As Britain heads towards an exit from the European Union without a deal, its top research universities are seeing their postgraduate research enrollment numbers fall significantly.
In the wake of a 9 percent decrease in postgraduate research enrollment last year, the Russell Group universities reported another 9 percent decrease this academic year. At taught postgraduate level, it fell 5 percent.
“The drop in postgraduate research courses is especially troubling – these students contribute directly to the UK’s research capacity,” Dr Hollie Chandler, senior policy analyst at the Russell Group, said.
“If we leave the EU without a deal, the uncertainty felt by prospective European students will only get worse.”
With the world advancing rapidly around us, Brexit could wreck our universities’ research capabilities. This is academic, cultural and scientific vandalism, from which we may never recover. https://t.co/dSg1Q4ua4a
— David Lammy (@DavidLammy) January 4, 2019
The UK’s vote to leave the bloc has shaken the country’s higher education since the referendum results in 2016.
It’s been blamed for the rise in EU undergrads not turning up for their studies at UK business schools, placing EU PhD students in immigration limbo as well as more uncertainty over fees, checks on academic ability and English language skills, among others.
Despite government announcements offering “settled status” for Europeans already there and the acknowledgment that they can leave the country and work elsewhere for up to five years without losing that status, the recent data from the Russell Group universities show many European citizens are no longer confident of starting a research career in the UK.
While Europeans make up only 16 percent of PhD students in Russell Group universities, that figure rises to 19 percent for the physical sciences, 22 percent for computer science and 27 percent for mathematics. A decrease in their numbers spells a loss of future research talent.
The @UniversitiesUK attack on staff pensions won’t help staff retention in an international marketplace. If Brexit made talented academics think about going elsewhere, #USS plans will confirm that decision. Awful leadership from VCs.https://t.co/ffIO0OOLih
— Martin Coward (@martincoward) March 6, 2018
Central to universities and students’ fears from a no-deal Brexit is the status of research funding post-Brexit.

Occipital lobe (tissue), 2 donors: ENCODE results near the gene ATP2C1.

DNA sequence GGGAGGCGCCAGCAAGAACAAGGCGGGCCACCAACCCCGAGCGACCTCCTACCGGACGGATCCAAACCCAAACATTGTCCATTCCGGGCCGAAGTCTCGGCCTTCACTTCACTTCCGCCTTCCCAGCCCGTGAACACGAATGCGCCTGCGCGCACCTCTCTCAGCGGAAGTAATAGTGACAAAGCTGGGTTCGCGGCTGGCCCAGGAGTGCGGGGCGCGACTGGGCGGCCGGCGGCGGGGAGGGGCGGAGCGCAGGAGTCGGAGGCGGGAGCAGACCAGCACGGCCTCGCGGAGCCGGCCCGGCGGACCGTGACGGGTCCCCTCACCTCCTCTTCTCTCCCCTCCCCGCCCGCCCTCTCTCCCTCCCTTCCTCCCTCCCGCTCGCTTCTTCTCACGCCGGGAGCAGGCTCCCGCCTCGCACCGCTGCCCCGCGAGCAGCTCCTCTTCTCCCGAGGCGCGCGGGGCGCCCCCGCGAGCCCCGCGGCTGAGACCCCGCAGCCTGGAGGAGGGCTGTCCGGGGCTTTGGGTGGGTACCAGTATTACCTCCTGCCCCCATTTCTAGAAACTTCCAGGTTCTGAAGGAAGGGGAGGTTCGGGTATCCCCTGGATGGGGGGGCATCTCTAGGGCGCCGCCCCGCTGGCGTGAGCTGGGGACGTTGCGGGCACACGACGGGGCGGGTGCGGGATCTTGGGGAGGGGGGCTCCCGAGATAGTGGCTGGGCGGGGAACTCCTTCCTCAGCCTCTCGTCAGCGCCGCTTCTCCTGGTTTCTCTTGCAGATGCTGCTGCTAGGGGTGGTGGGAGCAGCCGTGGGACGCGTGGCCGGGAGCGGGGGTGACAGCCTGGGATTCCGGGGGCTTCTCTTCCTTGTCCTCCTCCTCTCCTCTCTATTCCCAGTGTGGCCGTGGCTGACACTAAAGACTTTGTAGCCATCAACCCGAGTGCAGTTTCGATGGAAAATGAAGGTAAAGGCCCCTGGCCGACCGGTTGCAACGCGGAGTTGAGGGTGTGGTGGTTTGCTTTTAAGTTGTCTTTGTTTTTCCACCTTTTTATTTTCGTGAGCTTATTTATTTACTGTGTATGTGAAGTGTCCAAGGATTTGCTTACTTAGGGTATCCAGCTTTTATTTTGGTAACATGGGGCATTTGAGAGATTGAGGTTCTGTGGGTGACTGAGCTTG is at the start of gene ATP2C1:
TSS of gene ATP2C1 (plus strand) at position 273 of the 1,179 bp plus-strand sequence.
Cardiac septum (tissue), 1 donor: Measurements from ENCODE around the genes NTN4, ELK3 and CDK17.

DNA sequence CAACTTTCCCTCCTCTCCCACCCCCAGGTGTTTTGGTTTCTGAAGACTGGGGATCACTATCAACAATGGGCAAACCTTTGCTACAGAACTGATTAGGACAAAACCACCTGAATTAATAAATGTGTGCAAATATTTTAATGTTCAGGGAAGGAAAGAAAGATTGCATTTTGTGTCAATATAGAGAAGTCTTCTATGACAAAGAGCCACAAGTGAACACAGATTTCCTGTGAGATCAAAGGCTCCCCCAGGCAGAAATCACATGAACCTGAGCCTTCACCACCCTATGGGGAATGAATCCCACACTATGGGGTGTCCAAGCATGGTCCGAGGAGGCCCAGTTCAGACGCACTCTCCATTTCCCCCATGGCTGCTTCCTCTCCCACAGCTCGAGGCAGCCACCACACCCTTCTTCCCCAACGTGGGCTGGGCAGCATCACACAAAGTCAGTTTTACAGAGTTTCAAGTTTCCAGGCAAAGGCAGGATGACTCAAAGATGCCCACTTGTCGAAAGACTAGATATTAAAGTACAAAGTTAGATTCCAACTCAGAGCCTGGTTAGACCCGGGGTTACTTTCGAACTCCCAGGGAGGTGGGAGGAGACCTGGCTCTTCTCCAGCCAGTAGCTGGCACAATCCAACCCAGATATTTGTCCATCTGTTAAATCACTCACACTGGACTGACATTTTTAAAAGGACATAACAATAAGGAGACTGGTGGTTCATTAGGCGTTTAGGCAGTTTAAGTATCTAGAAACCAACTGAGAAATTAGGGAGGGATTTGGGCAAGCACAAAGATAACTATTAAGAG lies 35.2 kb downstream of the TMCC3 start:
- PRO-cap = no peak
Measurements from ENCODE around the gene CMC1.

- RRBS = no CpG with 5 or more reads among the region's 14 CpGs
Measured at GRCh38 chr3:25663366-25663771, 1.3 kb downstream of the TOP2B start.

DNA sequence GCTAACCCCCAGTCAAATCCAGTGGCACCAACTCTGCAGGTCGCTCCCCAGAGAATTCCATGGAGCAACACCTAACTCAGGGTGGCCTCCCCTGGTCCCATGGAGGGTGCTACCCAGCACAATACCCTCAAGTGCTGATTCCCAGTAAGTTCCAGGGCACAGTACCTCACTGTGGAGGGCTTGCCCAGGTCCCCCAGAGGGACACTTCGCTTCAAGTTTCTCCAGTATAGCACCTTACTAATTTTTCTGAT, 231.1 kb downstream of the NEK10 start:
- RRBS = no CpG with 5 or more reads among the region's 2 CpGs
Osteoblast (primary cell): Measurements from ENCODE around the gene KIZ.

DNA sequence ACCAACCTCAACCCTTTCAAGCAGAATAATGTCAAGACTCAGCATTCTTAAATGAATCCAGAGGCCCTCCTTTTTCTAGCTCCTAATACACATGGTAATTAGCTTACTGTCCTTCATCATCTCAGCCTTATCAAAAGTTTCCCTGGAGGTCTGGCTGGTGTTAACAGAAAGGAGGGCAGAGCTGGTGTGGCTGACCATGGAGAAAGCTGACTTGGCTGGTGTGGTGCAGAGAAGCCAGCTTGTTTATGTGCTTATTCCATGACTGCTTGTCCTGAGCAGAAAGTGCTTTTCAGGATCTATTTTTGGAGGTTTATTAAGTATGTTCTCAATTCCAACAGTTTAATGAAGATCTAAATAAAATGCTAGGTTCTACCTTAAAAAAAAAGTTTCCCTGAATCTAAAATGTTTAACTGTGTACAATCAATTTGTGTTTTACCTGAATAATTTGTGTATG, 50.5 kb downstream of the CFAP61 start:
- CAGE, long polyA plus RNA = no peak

The UK government has yet to confirm that UK universities will have the funding they used to receive from the EU replaced, such as the estimated €1.3 billion (£1.2 billion or US$1.5 billion) to the UK over the next two years by the European Research Council (ERC) and Marie Skłodowska-Curie Actions programme (MSCA). Vital research projects are at risk of being left high and dry as a result of this.
Dame Janet Beer, the president of Universities UK, which represents vice-chancellors, said time was running out.
“While we welcome the assurances that the government has already provided about the continuation of Horizon 2020 funding in a no deal scenario, it is critical that similar guarantees are extended, without delay, to cover ERC and MSCA funding.”
“Without cast-iron assurances, world-leading academics and researchers may leave for countries where access to ERC funding is not at risk, and those currently considering relocating to the UK may think again.”
According to a UK Government spokesperson, however, “Science recognises no borders and the UK has a proud record of welcoming the world’s leading scientists and researchers to work and study here. This will not change when we leave the EU.”
The spokesperson added: “Through our modern Industrial Strategy we are investing the highest ever level in research and development in UK history and we are committed to seeking an ambitious future relationship on science and innovation with our EU partners.
“We are also guaranteeing, in the event of a no deal, money for EU programme-funded research and innovation projects agreed before the end of 2020.”